The following posters represented the geosciences at CUR’s Posters on the Hill, April 24, 2013.
STUDENT: Neerja Zambare
INSTITUTION: Montana State University -Bozeman
FACULTY ADVISOR: Robin Gerlach
POSTER TITLE: Biofilm Induced Biomineralization in a Radial Flow Reactor
SPONSORING AGENCY: Department of Energy – NETL and NSF Collaboration in Mathematical Geosciences
ABSTRACT: Microbially induced carbonate precipitation (MICP) occurs when bacteria create conditions favorable to formation of minerals, such as calcium carbonate also loosely referred to as ‘biocement’. MICP has been proposed for soil stabilization (in dikes, building foundations and road construction), bioremediation (immobilization of contaminants) and well-remediation. We are studying this process in the context of geologic carbon storage and sequestration where MICP can be used to remediate potential leakage pathways around improperly abandoned wells. Subsurface environments can almost always be accessed only via injection wells but our understanding of radial flow systems is limited. We use a Radial Flow Reactor (RFR) to represent the type of flow encountered around pumping or injection wells. Fluid flows into the RFR through a centered influent port and its flow radially outward can be observed visually through a transparent plate. In the RFR experiments, biocement formation is catalyzed by the bacterium Sporosarcina pasteurii, which hydrolyzes urea, increases the alkalinity in its vicinity and precipitates calcium carbonate. The mineral adheres to the glass beads, cementing them together and plugging pore space, thus influencing radial flow patterns. Dye tracer studies and imaging techniques together with chemical analyses are used to study reactive transport patterns. This research will contribute to our understanding of transport and reaction mechanisms in a radial flow setting, which will be very useful in predicting and ultimately controlling the extent of precipitation on a larger scale such as in carbon capture and sequestration projects.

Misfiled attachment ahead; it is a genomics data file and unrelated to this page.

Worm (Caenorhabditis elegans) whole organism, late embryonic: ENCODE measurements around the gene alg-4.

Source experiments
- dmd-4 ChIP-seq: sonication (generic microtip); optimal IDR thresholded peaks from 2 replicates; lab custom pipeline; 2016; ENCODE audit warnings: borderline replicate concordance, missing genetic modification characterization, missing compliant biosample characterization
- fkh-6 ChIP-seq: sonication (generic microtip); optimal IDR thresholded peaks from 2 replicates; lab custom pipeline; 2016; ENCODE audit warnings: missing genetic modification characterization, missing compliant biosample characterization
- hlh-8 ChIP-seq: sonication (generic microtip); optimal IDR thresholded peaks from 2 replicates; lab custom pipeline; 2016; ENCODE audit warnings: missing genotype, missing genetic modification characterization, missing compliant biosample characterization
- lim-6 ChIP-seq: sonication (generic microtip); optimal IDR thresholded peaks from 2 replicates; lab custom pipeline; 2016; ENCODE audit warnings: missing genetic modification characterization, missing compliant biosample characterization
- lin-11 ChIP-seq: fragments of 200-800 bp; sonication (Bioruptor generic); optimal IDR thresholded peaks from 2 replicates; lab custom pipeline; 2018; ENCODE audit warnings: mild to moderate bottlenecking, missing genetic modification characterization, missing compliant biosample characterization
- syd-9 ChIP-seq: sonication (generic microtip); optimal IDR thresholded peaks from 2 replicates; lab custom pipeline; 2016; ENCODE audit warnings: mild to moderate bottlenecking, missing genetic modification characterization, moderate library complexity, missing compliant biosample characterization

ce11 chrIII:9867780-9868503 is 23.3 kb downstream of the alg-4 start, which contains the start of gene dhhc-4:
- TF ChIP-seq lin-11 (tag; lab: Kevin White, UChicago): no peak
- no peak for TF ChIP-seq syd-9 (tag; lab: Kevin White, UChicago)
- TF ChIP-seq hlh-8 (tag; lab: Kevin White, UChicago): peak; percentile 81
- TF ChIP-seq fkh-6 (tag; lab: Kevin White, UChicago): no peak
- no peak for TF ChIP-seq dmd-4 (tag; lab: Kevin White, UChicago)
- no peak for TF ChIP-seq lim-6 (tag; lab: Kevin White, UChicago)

STUDENT: Alberto N. Morgante
INSTITUTION: Manhattan College
FACULTY ADVISOR: Anirban De
POSTER TITLE: Centrifuge and Numerical Modeling of Surface Blast Effects on Underground Tunnels
SPONSORING AGENCY: National Science Foundation